EATING FOR LIFE

Quick-cooking techniques preserve flavor, nutrients in asparagus

Updated: 2013-05-15T00:15:05Z

By JILL WENDHOLT SILVA

The Kansas City Star

Editor’s note: This column was originally published in 2007.

When the Roman emperor Augustus Caesar wanted a quick end to a distasteful task, he’d proclaim: “Velocius quam asparagi conquantur.”

“Let it be done quicker than you would cook asparagus.”

That was, of course, long before the invention of the microwave. These days there’s nothing drawn out about steaming the nutritious spring stalks. Luckily the quick-cooking method also naturally preserves precious nutrients.

Since ancient times the luscious grass-green spears have been considered good for what ails you: a remedy for heart trouble and toothaches, an antidote for bee stings, a reproductive tonic and a natural diuretic.

Asparagus has fewer than 5 calories per stalk and is high in folic acid, which may prevent birth defects. The National Cancer Institute has named asparagus the food highest in glutathione, an antioxidant and potent cancer fighter; it also a good source of vitamin A, B6 and C, calcium, iron, thiamin, potassium and fiber.

Too often served drenched in butter or hollandaise sauce, mild, earthy asparagus is just as suited to lighter preparations. The Star’s Asian Marinated Asparagus bathes the spears in a mixture of low-sodium soy sauce, rice wine vinegar, ginger and lemon. The dish is served cold, and etiquette experts say it’s OK to eat the slender stalks with your fingers.

•  Shopping tip: Most of the phytonutrients are in the tips, so choose asparagus with tightly closed tips. Look for sesame oil in the ethnic foods aisle.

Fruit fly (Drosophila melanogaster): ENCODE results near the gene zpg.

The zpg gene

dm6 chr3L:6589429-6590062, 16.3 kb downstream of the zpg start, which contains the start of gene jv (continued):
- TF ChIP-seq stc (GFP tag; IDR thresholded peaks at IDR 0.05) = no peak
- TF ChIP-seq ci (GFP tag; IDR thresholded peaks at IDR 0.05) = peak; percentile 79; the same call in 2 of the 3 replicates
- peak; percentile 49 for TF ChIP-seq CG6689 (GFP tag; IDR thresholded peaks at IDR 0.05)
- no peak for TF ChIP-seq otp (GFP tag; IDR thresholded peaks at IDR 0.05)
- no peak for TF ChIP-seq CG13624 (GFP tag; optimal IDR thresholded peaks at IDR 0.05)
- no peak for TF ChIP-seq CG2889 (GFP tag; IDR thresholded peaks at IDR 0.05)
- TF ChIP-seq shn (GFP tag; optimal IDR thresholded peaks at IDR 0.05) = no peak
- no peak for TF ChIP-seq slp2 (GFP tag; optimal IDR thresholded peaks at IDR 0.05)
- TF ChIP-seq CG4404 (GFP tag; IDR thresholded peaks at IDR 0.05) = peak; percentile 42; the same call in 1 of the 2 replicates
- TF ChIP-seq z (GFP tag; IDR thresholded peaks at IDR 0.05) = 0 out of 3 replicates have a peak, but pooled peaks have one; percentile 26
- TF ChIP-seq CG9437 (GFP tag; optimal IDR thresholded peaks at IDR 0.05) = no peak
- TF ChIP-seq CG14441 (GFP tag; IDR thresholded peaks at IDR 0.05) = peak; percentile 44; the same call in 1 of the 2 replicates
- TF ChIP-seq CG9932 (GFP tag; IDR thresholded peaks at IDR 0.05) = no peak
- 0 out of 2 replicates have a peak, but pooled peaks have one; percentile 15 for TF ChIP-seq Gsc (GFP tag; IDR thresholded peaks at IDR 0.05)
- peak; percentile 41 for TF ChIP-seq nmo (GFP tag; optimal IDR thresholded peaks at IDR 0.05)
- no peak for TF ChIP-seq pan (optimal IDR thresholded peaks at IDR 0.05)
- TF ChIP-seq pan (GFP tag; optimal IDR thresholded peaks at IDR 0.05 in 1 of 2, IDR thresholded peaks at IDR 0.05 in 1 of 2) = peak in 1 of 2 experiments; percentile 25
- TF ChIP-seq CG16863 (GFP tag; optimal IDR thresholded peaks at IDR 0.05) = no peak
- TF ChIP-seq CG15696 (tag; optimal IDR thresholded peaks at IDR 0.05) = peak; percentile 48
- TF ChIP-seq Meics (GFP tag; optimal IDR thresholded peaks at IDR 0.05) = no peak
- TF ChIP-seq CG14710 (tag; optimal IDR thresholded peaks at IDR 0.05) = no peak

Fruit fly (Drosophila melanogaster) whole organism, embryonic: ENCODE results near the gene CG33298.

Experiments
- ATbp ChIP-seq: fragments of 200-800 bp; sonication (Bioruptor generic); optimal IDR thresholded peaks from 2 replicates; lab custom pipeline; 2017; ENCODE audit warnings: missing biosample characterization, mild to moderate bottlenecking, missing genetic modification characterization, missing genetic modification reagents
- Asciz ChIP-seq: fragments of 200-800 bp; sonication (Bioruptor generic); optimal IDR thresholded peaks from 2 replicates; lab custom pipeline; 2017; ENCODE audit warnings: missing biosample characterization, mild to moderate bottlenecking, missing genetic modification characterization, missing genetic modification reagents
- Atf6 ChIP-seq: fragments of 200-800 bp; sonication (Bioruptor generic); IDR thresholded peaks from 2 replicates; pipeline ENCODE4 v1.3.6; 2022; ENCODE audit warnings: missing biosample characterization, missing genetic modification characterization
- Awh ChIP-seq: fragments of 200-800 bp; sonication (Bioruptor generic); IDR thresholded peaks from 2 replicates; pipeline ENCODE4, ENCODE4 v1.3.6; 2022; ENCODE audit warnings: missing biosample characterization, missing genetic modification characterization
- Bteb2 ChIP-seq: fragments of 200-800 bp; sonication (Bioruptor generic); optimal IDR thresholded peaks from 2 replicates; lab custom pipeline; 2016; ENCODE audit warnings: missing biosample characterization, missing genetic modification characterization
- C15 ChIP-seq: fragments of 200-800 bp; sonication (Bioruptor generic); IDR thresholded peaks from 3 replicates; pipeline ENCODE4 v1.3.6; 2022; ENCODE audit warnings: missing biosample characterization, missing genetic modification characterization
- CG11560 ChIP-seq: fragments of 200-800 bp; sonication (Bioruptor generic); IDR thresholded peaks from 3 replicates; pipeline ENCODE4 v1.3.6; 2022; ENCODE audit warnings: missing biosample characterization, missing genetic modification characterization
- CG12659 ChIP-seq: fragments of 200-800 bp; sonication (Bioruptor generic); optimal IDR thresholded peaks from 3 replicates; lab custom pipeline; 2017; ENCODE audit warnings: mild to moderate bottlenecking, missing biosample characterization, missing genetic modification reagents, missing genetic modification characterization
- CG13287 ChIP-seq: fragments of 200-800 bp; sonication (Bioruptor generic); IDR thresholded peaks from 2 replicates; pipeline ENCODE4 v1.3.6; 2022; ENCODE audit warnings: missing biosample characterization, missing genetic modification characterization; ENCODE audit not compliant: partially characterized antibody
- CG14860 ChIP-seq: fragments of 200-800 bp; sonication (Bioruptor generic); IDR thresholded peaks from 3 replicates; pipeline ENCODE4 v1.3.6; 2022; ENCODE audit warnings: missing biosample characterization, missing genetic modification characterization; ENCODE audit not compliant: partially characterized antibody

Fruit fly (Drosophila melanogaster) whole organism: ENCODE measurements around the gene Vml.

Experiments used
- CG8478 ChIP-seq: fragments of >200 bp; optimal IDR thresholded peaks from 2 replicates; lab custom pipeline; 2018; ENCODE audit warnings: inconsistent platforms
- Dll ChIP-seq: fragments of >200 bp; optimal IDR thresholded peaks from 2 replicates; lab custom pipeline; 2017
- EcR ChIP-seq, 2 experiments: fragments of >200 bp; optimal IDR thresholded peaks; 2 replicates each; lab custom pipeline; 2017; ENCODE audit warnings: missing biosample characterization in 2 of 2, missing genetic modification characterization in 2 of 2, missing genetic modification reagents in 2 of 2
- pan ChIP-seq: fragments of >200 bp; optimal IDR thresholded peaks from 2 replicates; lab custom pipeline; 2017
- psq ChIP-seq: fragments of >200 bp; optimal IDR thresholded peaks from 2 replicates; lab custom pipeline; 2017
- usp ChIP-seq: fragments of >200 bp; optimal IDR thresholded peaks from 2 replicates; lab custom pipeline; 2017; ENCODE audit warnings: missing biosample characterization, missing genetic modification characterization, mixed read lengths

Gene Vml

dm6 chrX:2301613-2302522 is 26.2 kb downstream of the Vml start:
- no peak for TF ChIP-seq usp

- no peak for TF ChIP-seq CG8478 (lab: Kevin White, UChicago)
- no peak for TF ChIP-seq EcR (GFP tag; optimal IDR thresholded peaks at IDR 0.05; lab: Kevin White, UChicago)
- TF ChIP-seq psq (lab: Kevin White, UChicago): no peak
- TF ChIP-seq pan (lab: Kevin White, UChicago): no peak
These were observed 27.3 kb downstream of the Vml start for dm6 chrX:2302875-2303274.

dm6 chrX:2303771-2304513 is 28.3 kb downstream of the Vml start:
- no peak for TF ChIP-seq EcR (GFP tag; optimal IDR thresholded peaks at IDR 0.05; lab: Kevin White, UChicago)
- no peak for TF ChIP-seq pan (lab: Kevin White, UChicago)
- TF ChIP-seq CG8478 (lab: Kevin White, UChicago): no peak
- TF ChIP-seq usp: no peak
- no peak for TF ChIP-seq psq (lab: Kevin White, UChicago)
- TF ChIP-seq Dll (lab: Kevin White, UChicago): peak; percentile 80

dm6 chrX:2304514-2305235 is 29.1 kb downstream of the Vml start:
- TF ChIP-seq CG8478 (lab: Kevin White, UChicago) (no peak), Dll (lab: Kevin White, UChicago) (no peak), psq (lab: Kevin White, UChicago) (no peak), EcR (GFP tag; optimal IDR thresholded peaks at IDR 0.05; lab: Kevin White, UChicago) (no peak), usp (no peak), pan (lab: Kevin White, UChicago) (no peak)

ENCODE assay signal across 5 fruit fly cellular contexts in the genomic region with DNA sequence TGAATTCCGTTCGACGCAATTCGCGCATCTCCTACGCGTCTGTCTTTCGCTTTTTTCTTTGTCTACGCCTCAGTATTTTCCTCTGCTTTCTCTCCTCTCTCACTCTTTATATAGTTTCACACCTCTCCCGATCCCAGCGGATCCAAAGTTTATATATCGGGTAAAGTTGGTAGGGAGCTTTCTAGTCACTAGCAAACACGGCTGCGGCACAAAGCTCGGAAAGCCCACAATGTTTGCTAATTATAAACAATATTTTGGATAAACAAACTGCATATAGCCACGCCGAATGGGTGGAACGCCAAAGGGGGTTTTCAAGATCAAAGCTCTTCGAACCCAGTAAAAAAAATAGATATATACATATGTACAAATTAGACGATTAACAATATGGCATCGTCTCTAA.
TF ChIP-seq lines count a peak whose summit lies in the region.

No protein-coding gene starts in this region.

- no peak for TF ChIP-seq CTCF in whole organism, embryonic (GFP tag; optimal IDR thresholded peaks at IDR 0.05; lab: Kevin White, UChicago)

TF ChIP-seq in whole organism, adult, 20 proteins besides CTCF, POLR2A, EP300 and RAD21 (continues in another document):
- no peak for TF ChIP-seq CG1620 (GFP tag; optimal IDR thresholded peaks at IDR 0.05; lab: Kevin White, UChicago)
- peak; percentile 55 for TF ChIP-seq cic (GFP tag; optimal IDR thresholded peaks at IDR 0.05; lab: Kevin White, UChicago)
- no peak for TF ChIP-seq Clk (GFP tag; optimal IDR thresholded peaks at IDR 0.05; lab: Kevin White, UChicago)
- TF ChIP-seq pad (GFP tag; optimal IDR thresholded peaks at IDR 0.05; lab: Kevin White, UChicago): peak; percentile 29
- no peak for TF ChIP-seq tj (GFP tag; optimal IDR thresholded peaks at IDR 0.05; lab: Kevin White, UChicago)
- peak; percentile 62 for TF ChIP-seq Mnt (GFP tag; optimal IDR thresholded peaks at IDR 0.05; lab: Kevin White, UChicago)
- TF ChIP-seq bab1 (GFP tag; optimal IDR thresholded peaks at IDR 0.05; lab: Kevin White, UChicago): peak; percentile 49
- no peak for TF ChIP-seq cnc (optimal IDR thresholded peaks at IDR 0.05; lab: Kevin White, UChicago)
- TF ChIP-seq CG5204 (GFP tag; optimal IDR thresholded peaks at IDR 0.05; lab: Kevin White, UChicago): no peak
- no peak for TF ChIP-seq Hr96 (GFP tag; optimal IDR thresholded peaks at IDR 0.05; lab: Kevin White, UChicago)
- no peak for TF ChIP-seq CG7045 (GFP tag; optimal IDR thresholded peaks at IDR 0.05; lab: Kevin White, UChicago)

•  Preparation tip: Asparagus grows in sandy soil, so wash tips well to remove any grit.

The natural sugars in asparagus quickly turn to starch. To remove the tough, woody ends, simply hold each stalk, one at a time, between your hands and bend where it naturally breaks.

Asian Marinated Asparagus

Makes 4 servings

1 pound asparagus spears

2 tablespoons water

1/4 cup seasoned rice vinegar

2 tablespoons reduced-sodium soy sauce

2 teaspoons chopped fresh ginger

1 teaspoon dark sesame oil

2 teaspoons freshly squeezed lemon juice

Zest of 1 lemon, divided

Remove tough ends and scales from asparagus. Place the stalks in glass pie plate and add water. Cover with a paper towel and microwave on high (100 percent) power 3 minutes or until just tender. Plunge asparagus into cold water and drain well.

Place remaining ingredients in zip-top plastic food bag, reserving 1 teaspoon lemon zest for garnish. Seal, then massage bag to blend well. Add asparagus and reseal bag. Refrigerate overnight or at least 2 hours. Drain marinade and discard. Serve cold.

Per serving: 37 calories (29 percent from fat), 1 gram total fat (trace saturated fat), no cholesterol, 5 grams carbohydrates, 2 grams protein, 302 milligrams sodium, 1 gram dietary fiber.

To reach Jill Wendholt Silva, The Star’s food editor and restaurant critic, call 816-234-4347, send email to jsilva@kcstar.com or follow her on Facebook.

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